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I apologize in advance for my ignorance. My knowledge on cars is limited and I’m very new to mods. I just got a 2015 Honda Civic coupe (ex?) a few months ago. Everything I read said cold air intake is the best place to start. Great. I got a k&n for my 18th birthday. My dad said I need to get my car tuned to it. I call the auto shop and they said no, it doesn’t need that, they can just put it in and it’ll run fine. Then I’m at a car show and someone tells me that the auto shop was full of bull and it could really harm my engine having it in there without a tune, so I should get flashpro. So I’m really lost. Advice is greatly appreciated.
 

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It would help get the most out of it. I know 3" intakes will set a check engine light make the car run like crap.
 
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Truck? What truck?!
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Welcome to 9th gen, Rebecca.

Anything that changes the air/fuel ratio will need an adjustment to run best. Each type/brand/model of car has an ECU that will compensate to the extent it can. But once a part is added that the computer cannot bend over backwards far enough for, you'll get a situation like what TenZen said.

A CAI will allow more air in, the ECU will try to match it with the proper amount of fuel, but may not quite cut it. Too-lean running engines go boom.

Yours may seem to run okay/'fine' with the new intake, but to run best, and extend engine longevity, a tune would be preferable.
 

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Discussion Starter #4
Welcome to 9th gen, Rebecca.

Anything that changes the air/fuel ratio will need an adjustment to run best. Each type/brand/model of car has an ECU that will compensate to the extent it can. But once a part is added that the computer cannot bend over backwards far enough for, you'll get a situation like what TenZen said.

A CAI will allow more air in, the ECU will try to match it with the proper amount of fuel, but may not quite cut it. Too-lean running engines go boom.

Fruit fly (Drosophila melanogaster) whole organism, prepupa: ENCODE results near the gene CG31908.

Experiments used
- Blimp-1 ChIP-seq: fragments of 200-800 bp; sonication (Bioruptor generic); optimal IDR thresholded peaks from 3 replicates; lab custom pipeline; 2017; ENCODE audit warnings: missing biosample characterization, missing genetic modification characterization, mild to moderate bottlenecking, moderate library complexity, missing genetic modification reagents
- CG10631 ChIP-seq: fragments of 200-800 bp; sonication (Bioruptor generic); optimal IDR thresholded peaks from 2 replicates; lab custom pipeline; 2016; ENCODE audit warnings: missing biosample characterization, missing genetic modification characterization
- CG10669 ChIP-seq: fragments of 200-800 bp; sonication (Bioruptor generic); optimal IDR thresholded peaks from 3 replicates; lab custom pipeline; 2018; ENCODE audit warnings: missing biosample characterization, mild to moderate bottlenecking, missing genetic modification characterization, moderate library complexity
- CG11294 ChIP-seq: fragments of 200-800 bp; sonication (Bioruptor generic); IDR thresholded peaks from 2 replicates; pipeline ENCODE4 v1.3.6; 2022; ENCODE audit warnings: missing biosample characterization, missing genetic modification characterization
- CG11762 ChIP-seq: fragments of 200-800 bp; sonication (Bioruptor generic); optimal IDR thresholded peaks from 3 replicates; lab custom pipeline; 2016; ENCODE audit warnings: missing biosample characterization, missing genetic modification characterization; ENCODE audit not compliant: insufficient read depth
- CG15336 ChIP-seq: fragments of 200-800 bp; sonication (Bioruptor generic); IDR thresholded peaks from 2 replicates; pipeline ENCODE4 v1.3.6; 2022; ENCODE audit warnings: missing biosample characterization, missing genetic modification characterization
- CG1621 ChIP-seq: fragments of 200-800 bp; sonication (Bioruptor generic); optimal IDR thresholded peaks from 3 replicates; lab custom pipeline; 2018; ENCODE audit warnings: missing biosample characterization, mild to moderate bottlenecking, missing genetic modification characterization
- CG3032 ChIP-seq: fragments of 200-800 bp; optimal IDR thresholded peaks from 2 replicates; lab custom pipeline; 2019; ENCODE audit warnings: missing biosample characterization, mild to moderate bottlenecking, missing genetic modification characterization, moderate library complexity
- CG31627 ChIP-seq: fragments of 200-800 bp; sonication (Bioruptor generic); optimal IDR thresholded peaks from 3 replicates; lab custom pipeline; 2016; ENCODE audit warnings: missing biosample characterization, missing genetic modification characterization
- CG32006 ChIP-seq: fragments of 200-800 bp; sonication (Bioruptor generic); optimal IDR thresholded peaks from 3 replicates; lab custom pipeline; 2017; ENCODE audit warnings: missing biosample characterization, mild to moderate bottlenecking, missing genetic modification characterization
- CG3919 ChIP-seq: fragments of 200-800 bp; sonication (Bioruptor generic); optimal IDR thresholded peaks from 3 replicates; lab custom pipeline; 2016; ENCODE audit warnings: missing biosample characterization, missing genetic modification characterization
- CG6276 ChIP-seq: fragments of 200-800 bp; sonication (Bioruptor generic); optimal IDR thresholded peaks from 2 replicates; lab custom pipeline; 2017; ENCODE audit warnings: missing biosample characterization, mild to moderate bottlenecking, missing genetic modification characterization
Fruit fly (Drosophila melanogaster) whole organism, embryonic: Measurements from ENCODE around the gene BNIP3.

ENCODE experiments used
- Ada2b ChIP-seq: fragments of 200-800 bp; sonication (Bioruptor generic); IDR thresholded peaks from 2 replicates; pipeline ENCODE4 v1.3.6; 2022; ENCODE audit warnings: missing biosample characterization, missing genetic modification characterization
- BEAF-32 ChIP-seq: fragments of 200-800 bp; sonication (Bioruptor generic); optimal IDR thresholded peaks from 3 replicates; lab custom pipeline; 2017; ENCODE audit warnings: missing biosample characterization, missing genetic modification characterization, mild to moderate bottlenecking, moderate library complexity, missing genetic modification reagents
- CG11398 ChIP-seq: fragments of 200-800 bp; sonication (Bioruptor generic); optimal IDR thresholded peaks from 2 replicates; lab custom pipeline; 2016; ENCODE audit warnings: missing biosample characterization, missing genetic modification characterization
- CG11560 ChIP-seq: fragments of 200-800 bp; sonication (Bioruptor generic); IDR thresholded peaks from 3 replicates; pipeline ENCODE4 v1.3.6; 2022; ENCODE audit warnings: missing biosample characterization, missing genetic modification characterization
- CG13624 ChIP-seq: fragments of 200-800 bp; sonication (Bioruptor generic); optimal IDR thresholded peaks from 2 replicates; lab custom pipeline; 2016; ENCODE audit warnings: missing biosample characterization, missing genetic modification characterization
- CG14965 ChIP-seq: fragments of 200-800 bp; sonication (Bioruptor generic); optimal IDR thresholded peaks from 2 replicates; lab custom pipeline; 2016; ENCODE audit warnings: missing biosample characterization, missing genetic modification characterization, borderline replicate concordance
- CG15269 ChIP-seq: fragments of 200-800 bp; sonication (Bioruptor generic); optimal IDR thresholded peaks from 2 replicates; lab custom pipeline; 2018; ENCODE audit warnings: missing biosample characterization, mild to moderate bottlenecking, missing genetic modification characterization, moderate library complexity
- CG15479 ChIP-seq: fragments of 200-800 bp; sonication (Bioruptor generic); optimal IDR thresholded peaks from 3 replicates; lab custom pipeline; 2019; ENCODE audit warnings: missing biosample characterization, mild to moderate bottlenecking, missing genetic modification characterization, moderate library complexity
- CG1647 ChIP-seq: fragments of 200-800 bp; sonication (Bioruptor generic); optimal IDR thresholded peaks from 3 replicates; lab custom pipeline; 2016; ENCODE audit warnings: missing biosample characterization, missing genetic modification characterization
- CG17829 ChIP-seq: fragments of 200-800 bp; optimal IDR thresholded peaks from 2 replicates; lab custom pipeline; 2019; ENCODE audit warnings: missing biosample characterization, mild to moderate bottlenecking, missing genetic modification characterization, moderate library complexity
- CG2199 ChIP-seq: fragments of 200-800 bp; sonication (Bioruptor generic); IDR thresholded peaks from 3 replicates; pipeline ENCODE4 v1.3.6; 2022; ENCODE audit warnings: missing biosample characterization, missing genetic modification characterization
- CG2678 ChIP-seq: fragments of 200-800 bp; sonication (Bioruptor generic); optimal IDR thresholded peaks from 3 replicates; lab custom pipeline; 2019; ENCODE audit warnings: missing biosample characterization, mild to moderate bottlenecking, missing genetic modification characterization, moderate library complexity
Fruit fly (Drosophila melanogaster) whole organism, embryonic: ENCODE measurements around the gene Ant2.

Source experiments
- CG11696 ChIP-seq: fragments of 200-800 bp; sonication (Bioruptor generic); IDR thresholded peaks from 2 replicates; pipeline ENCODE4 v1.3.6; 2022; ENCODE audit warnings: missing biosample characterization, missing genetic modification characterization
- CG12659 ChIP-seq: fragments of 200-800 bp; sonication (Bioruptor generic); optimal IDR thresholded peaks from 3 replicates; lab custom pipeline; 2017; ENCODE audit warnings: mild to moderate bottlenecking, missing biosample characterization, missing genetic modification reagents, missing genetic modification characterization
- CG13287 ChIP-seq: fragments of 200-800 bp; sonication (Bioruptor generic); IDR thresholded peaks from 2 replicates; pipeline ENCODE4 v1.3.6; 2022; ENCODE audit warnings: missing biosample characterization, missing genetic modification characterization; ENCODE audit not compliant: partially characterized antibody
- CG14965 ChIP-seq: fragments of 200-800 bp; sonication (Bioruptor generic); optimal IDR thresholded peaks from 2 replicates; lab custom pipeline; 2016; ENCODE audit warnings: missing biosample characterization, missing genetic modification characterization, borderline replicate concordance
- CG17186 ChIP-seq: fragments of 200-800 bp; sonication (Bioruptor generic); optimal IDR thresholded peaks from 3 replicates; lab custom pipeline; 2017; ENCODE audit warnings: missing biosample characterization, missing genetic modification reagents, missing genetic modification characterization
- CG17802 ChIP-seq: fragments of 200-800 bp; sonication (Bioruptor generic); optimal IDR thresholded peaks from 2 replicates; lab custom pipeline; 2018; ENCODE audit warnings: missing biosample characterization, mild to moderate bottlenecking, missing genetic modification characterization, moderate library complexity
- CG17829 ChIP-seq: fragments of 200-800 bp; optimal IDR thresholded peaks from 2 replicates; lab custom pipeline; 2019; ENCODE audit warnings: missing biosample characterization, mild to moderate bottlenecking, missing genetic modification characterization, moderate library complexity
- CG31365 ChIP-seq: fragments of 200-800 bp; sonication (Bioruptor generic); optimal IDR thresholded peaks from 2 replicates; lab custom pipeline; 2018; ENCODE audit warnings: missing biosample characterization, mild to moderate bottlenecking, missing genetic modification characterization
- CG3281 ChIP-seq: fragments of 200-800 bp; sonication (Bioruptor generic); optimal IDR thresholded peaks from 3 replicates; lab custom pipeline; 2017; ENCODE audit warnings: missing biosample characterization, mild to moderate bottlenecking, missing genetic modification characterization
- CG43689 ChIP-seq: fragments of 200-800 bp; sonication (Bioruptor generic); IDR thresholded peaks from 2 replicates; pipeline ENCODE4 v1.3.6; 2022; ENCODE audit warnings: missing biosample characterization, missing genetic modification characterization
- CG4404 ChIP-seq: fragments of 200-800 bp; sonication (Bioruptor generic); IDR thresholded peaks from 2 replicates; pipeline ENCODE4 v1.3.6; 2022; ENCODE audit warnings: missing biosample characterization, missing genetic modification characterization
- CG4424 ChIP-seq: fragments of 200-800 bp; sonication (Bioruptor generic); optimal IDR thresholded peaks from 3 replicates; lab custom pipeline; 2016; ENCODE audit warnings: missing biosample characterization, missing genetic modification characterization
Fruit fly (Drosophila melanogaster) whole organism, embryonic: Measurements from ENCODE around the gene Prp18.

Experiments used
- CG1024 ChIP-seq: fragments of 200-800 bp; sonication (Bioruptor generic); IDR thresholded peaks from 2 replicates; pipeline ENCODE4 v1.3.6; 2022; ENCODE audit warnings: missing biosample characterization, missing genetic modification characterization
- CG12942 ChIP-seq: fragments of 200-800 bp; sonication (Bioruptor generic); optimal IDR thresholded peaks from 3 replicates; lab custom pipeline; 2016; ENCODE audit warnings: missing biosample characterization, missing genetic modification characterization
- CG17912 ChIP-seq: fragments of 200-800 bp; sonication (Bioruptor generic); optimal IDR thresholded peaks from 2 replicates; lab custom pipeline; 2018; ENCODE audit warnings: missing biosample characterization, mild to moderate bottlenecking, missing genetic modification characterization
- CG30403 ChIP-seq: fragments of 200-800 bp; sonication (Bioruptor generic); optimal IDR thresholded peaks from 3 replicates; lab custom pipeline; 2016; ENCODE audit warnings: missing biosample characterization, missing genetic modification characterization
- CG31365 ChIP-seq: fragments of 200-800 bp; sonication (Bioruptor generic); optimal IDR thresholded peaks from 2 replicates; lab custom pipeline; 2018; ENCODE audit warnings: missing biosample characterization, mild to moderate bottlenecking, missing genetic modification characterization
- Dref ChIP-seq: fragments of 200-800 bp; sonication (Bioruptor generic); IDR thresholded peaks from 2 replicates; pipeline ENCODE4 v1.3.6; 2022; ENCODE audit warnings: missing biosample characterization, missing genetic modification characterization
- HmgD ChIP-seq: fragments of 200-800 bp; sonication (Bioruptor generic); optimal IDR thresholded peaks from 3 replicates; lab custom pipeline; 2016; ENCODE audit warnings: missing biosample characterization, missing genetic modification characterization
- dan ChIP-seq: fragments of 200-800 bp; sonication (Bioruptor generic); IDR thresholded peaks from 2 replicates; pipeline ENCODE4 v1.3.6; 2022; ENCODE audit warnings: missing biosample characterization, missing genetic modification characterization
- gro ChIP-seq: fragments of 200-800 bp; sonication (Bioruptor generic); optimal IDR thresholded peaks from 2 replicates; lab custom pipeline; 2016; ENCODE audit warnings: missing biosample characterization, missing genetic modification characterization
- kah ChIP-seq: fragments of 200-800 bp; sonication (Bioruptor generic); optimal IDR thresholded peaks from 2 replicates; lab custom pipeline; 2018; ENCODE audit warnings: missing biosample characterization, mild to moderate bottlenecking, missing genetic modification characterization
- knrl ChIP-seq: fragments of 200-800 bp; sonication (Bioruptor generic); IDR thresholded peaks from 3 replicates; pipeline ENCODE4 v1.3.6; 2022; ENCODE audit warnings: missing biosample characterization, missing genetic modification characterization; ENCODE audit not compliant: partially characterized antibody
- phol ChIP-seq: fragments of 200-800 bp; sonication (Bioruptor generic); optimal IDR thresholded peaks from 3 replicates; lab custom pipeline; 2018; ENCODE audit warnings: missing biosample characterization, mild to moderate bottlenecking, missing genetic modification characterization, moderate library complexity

Yours may seem to run okay/'fine' with the new intake, but to run best, and extend engine longevity, a tune would be preferable.
Ok wow that helps a lot. I feel like an idiot. Would you recommend flashpro? Should I get the factory intake reinstalled in the meantime, and then have the CAI reinstalled later just Incase?
 

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Just a regular K&N intake with the same diameter piping as stock does not need a tune to run safely. You would need a tune to see any power gains (if any are even available from a K&N) but its not damaging your engine.
 

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Discussion Starter #7
Just a regular K&N intake with the same diameter piping as stock does not need a tune to run safely. You would need a tune to see any power gains (if any are even available from a K&N) but its not damaging your engine.
Yeah I actually just called the guy who installed it and he said exactly this. Whooo. Thank you.
 

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Lot's of good info in here. For the most part there is nothing to really worry about, the short and long term fuel trims should keep everything in check. Though the harder the fuel trims work, the lower your fuel economy will be in general and your fueling won't be optimal. A Flashpro would be a good option so you can dial things in and take advantage of the intake. It would also let you address any knock the engine may be experiencing both before and after the intake install. If you pick up a Flashpro, you can always make a datalog and post it on here. Then we can look at it and help you determine the next stop.
 

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Ok wow that helps a lot. I feel like an idiot. Would you recommend flashpro? Should I get the factory intake reinstalled in the meantime, and then have the CAI reinstalled later just Incase?
it never hurts to get a Hondata flash pro. If you live in New England there’s really only one place to go for tuning and it’s Dave’s tuning in Waterbury CT. He’s pretty well known for how great job he’s does for a very reasonable price. He is a Honda specialist, if you get a flash pro don’t get the CARB compliant one because it’s too limited in the tuning sense. Also buying a used hondata is a very slippery slope because they could be locked to a specific car.
 
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